What are the differences between OLAP, ROLAP, MOLAP, and HOLAP?

OLAP (Online Analytical Processing)

 The term online analytical processing (OLAP) usually refers to specialized tools that make warehouse data easily available. An OLAP cube is a logical structure that defines the metadata. The term cube describes existing measure groups and dimension tables and should not be interpreted as having limited dimensions. A cube is a combination of all existing measure groups. A measure group is a group of measures that match the business logic of the data and is another logical structure that defines metadata so that client tools can access the data. Each measure group contains the detail values that are stored in the fact table (copied or dynamically retrieved values). OLAP cubes contain lots of metadata; metadata in its simplest definition is data about data. Multidimensional expressions, or MDX, is a metadata-based query language that helps you query OLAP cubes. For more information, see Data Warehousing, OLAP, and Analysis Services for SharePoint 2010 and Understanding OLAP Cubes in System Center 2012.

MOLAP (Multidimensional Online Analytical Processing)

The MOLAP storage mode causes the aggregations of the partition and a copy of its source data to be stored in a multidimensional structure in Analysis Services when the partition is processed. This MOLAP structure is highly optimized to maximize query performance. The storage location can be on the computer where the partition is defined or on another computer running Analysis Services. Because a copy of the source data resides in the multidimensional structure, queries can be resolved without accessing the partition's source data. Query response times can be decreased substantially by using aggregations. The data in the partition's MOLAP structure is only as current as the most recent processing of the partition.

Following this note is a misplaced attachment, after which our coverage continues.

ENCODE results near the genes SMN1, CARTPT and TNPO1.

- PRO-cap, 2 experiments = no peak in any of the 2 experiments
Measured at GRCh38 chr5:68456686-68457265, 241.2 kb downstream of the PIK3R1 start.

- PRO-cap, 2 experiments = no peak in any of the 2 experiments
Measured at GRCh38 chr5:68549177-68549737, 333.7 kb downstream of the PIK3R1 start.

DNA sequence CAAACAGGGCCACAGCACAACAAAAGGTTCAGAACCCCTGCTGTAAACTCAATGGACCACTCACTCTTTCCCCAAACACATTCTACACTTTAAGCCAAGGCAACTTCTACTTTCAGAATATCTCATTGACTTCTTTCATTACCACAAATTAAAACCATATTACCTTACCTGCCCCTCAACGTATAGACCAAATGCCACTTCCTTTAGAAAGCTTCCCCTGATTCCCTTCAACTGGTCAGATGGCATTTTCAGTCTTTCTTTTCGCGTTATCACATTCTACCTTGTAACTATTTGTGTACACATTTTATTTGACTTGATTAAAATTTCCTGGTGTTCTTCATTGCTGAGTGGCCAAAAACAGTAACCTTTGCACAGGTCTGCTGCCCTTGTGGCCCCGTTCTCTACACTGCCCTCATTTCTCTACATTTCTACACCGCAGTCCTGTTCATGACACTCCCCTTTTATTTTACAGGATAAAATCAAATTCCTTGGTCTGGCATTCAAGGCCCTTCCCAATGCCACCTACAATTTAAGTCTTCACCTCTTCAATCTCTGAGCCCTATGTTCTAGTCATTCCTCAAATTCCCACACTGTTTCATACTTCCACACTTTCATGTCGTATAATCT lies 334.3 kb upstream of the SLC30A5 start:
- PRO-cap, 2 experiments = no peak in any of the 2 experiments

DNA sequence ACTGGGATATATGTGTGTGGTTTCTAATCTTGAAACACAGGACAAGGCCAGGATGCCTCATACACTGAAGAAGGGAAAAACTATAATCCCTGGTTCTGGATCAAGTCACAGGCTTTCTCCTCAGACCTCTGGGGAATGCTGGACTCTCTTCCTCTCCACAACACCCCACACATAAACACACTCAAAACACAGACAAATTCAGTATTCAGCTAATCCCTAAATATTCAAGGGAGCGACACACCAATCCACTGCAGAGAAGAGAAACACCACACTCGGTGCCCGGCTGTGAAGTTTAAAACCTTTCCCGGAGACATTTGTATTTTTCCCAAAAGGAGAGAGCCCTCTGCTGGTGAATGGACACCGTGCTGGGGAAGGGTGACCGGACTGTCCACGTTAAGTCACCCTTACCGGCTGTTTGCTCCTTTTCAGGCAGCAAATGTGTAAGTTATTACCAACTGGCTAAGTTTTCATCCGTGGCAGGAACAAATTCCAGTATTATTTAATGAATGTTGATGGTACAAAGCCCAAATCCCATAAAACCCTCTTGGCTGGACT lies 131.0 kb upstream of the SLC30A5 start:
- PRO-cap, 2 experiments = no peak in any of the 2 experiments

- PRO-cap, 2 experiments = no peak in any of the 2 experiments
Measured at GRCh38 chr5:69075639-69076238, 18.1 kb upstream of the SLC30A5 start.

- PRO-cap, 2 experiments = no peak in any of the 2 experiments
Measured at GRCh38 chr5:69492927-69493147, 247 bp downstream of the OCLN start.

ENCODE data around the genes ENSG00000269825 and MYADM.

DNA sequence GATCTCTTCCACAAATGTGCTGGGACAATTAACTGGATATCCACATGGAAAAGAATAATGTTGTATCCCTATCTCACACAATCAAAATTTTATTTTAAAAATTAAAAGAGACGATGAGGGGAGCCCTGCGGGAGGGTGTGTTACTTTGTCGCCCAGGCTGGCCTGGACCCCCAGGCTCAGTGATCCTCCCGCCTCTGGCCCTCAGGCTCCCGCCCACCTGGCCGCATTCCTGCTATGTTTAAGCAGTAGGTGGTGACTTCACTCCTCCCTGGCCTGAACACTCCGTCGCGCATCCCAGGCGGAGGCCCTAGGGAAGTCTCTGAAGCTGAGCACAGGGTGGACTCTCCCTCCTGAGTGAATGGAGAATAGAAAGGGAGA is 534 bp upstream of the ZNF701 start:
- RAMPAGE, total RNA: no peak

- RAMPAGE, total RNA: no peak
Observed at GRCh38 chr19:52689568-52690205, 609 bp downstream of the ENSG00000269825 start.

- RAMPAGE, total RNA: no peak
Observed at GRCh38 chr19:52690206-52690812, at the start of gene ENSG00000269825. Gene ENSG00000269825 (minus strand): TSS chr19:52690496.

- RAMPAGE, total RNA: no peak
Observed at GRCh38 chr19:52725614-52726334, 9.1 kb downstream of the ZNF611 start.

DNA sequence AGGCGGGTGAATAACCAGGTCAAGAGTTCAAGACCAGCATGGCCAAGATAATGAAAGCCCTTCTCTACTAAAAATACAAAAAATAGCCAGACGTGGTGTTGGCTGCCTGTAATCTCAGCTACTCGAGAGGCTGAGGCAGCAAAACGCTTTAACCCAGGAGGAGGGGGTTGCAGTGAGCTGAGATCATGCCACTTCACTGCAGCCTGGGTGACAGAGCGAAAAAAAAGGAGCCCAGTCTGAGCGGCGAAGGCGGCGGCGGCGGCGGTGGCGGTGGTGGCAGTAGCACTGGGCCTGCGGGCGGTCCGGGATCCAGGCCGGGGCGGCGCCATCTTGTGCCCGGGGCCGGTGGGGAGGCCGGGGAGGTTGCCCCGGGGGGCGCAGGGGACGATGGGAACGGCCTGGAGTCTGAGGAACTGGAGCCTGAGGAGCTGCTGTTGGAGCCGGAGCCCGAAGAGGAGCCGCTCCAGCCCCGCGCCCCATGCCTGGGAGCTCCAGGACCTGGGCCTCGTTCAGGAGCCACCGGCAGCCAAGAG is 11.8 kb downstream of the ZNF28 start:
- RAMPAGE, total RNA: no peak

ROLAP (Relational Online Analytical Processing)

The ROLAP storage mode causes the aggregations of the partition to be stored in indexed views in the relational database that was specified in the partition's data source. Unlike the MOLAP storage mode, ROLAP does not cause a copy of the source data to be stored in the Analysis Services data folders. Instead, when results cannot be derived from the query cache, the indexed views in the data source is accessed to answer queries. The query response is generally slower with ROLAP storage than with the MOLAP or HOLAP storage modes. Processing time is also typically slower with ROLAP. However, ROLAP enables users to view data in real time and can save storage space when you are working with large datasets that are infrequently queried, such as purely historical data.

HOLAP (Hybrid Online Analytical Processing)

The HOLAP storage mode combines attributes of both MOLAP and ROLAP. Like MOLAP, HOLAP causes the aggregations of the partition to be stored in a multidimensional structure in an SQL Server Analysis Services instance. HOLAP does not cause a copy of the source data to be stored. For queries that access only summary data in the aggregations of a partition, HOLAP is the equivalent of MOLAP. Queries that access source data—for example, if you want to drill down to an atomic cube cell for which there is no aggregation data—must retrieve data from the relational database and will not be as fast as they would be if the source data were stored in the MOLAP structure. With HOLAP storage mode, users will typically experience substantial differences in query times depending upon whether the query can be resolved from cache or aggregations versus from the source data itself.

For more information, see Partition Storage Modes and Processing.